Dallas (6): It's now been three games, including a win over Minnesota last season. At what point do we start actually believing in Cooper Rush? Bryan Knowles will be writing more about this later in the week, but Rush is currently eighth in passing DVOA. The Dallas offense is 15th overall because, after a terrible Week 1, the Cowboys are the No. 6 offense of Weeks 2-3. Meanwhile, we thought the Cowboys would still have a good defense this year, and they have, currently eighth in DVOA. Dallas ends up with single-game DVOA over 50% for both its Week 2 win over Cincinnati and its Week 3 win over the New York Giants, and that all puts the Cowboys sixth overall in DVOA.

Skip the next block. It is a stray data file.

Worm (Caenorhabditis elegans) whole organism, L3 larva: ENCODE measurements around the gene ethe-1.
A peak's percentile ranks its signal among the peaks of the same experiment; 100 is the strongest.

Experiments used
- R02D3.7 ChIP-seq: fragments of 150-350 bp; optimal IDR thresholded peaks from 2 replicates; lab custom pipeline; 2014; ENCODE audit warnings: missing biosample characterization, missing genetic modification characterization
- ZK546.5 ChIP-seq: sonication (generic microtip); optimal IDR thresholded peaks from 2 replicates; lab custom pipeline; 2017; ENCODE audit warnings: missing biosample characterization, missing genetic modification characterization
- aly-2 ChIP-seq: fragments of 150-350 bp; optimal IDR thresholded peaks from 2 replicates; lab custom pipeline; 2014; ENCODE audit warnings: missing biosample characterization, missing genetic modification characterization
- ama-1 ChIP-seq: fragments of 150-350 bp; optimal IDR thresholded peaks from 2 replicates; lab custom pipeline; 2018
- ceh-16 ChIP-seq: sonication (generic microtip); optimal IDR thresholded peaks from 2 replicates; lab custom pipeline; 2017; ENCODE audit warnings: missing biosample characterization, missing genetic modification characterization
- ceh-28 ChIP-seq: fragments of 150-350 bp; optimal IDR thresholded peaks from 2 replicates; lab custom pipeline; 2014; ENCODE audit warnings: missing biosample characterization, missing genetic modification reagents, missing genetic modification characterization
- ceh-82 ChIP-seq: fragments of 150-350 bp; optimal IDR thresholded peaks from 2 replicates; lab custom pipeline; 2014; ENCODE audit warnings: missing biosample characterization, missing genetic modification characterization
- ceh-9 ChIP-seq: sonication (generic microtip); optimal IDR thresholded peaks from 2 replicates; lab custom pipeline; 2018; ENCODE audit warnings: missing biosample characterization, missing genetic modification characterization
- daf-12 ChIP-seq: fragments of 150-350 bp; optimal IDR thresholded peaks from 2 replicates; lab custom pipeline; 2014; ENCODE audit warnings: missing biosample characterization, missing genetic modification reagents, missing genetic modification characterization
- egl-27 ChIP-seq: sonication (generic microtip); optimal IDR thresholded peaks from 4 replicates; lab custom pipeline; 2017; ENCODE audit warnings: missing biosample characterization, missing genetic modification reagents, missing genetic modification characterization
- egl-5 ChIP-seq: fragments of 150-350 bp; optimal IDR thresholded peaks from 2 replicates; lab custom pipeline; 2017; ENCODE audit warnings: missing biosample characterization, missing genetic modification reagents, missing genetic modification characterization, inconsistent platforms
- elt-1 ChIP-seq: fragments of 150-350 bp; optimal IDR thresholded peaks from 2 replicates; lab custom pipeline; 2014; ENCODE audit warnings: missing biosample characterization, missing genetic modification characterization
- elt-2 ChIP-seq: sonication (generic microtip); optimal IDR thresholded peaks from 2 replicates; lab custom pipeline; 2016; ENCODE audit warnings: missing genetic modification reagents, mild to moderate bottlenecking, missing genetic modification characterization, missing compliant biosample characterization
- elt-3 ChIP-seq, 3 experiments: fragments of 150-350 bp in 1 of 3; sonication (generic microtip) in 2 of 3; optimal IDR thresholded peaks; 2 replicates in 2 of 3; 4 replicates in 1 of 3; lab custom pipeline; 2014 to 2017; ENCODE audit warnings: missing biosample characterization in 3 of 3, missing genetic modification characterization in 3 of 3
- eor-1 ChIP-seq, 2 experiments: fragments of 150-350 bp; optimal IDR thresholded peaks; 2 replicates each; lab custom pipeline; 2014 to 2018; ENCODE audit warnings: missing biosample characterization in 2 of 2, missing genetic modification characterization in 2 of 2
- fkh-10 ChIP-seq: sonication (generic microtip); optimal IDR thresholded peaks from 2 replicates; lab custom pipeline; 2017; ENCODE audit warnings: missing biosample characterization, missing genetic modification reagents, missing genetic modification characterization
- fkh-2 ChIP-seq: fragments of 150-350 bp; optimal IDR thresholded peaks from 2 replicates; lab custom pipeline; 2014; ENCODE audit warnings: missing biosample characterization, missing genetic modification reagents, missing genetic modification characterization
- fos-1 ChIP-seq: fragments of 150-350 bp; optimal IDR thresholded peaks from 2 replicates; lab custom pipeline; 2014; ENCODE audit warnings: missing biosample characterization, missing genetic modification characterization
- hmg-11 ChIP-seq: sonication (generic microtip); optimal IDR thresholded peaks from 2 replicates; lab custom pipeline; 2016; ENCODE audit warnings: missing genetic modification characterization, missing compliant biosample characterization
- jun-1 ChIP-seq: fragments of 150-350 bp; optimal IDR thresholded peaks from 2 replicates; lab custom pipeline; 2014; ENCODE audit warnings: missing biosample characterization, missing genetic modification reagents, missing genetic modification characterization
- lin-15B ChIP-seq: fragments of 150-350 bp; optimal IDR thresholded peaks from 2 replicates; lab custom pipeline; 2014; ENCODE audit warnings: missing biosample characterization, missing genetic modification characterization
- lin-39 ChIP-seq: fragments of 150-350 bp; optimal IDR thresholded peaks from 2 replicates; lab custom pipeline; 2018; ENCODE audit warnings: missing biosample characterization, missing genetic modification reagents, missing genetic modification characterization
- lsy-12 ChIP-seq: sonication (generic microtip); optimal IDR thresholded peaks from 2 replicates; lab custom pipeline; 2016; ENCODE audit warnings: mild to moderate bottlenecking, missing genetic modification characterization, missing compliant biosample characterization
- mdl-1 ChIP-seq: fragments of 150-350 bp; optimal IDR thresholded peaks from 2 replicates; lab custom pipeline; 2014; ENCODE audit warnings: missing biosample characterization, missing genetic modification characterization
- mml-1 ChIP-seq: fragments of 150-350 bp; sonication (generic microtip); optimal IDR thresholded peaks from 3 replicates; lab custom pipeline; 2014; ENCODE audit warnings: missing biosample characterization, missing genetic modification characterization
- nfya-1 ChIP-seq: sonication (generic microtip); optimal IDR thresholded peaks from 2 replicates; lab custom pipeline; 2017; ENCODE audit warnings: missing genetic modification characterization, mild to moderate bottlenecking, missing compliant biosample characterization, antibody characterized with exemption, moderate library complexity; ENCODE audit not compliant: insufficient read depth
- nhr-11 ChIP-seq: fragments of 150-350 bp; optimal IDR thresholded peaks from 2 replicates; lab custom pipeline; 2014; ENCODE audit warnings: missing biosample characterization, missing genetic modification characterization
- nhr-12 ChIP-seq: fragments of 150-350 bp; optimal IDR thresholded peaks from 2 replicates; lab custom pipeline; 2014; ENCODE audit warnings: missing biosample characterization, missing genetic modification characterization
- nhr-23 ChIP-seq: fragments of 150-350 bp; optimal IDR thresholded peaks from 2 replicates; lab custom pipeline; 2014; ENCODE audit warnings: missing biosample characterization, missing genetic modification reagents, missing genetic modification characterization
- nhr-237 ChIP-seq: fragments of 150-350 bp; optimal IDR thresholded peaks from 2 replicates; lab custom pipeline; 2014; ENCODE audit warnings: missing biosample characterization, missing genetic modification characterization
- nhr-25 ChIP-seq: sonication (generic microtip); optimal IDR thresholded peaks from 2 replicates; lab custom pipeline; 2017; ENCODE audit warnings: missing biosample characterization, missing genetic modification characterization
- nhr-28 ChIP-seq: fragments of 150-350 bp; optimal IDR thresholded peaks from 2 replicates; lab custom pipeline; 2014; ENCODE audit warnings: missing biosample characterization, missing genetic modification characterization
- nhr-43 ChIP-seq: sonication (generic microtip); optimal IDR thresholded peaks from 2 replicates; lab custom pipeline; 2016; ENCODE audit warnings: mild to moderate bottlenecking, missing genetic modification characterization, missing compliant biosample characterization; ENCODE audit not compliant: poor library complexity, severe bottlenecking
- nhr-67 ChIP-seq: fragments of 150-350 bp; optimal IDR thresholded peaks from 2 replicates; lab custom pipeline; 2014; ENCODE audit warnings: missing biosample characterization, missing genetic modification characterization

Cleveland (7): Jacoby Brissett's performance through three games makes even less sense than Rush's performance through two games, because we had more of a track record for Brissett. The Browns' backup quarterback is seventh in passing DVOA right now while the Cleveland running game is second in DVOA behind only New England. The Browns defense has been a bit of a disappointment, currently 23rd, but the offense has lifted them to a 2-1 record with their only loss that ridiculous late comeback by the Jets.
San Francisco (9): I know, I know. Anyone who watched that 49ers-Broncos slogfest on Sunday Night Football has to wonder what on earth San Francisco is doing here. The answer is that they've played very good defense all season. Some of that is a little monsoon-enabled, of course, but the 49ers have allowed an average of 12.3 points per game. They're third in defensive DVOA so far, and that's enough to get them into the top 10 overall despite a below-average offense.